There is a major issue in car sales today, which dealers and manufacturers continue to wrestle with, and that’s “burning leads” or “cherry picking”.
Although most manufacturers now incentivise their dealer network to ensure compliance, there is still a reliance on people which often leads to failure and therefore financial penalties.
It doesn’t seem to matter what processes a dealer has in place there always seems to be someone who has a bad story to tell and it is usually along the lines of;
‘I went to the car showroom and told the sales guy what car I wanted to buy and that I had a car to trade in, how much I wanted to spend and could they call when there was something suitable. They took all my details and said they would ring in the next day or two, and I never heard another thing from them since!
Sounds familiar doesn’t it? But trying to understand it is probably slightly more complicated. Most sales people by the nature of what they do are always looking for the easy option, to them it’s a numbers game; the more people they speak to the more their chances of selling a car. All the better if they can find a buyer who is right at the end of the buying process and may have been elsewhere and not been able to complete a deal as that’s the ultimate easy sale.
Often, however, the process of buying a car will take a lot longer and the fact that large sums of money are involved of course makes it vitally important to the customer but often it’s just another notched up deal to a sales person.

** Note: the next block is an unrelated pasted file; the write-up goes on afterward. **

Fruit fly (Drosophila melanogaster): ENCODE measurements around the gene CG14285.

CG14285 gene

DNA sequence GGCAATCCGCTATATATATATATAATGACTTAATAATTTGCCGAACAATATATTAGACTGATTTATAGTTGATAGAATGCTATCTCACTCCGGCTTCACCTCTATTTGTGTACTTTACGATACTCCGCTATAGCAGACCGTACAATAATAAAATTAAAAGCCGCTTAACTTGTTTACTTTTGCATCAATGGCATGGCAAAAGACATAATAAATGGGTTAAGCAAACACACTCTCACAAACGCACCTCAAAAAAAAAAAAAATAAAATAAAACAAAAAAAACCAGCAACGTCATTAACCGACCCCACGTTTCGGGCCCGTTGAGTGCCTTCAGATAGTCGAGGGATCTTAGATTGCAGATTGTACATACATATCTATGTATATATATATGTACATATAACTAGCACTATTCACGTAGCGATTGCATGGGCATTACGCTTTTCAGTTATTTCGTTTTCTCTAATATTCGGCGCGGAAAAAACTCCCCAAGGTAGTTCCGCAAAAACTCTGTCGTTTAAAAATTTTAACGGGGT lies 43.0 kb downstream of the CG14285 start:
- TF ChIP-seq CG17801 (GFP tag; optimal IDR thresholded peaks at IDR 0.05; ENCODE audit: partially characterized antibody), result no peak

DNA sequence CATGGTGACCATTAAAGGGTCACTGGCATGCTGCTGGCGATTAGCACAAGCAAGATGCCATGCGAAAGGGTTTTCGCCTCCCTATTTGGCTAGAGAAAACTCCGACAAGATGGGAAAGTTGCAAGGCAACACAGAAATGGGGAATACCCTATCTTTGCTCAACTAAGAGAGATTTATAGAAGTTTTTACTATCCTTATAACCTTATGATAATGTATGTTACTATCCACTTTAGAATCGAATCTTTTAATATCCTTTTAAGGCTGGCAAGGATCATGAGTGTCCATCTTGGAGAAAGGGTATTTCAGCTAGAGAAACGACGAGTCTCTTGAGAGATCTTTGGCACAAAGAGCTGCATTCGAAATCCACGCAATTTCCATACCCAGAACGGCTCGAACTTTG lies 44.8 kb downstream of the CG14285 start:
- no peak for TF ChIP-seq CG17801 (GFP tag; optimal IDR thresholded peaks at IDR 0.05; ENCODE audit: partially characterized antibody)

To keep control of standards and to try and combat this kind of selective retailing car dealers and particularly manufacturers have for a long time participated in the practice of “mystery shopping” and these campaigns have become more sophisticated as the years have gone by.
The “mystery shop” forms another element of a dealer’s “back end” bonus, where the dealership is assessed by the manufacturer in its handling of prospective customers. It is usually carried out by an independent company and is either by telephone, internet enquiry or filmed walk-in enquiry (yes the “mystery shoppers” do wear concealed cameras!). The mystery shoppers work to a pre¬defined script and sales people are scored on the quality of the information they provide and the skill with which they handle the encounter. Increasingly, manufacturers are imposing greater financial incentives for excellent results and harsher penalties for non¬-compliance.
The modern-day car salesman has a lot of “boxes to tick” and largely this is down to the manufacturers, these days, wanting to keep control of everything. They want control from manufacture all the way through to where and how a car is sold. The “mystery shop” is just one way in which the manufacturer can achieve this control. By stipulating and engineering the sales process and then offering incentives and penalties (carrot and stick) to make sure it’s adhered to, they can make sure they retain control of the whole process.
The problem inherent in the concept of mystery shopping and its execution, however, is that it does not seem to take into account that on any given day even the best sales person can be caught out or a dealership be short staffed. For example if a showroom is very busy and a sales person is between customers or trying to keep up to date with other prospects it may just at that precise moment a mystery shopper enters the fray, just when there is no one available to deal efficiently with their enquiry. This ultimately leads to a failure and this failure leads to financial penalties and disciplinary action for the hapless sales person.
As with anything like this, where the stakes are so high, common sense needs to prevail. If you’re a buyer and you want to see the very best service a dealership can offer, next time you visit a showroom take a carelessly concealed hidden camera with you.
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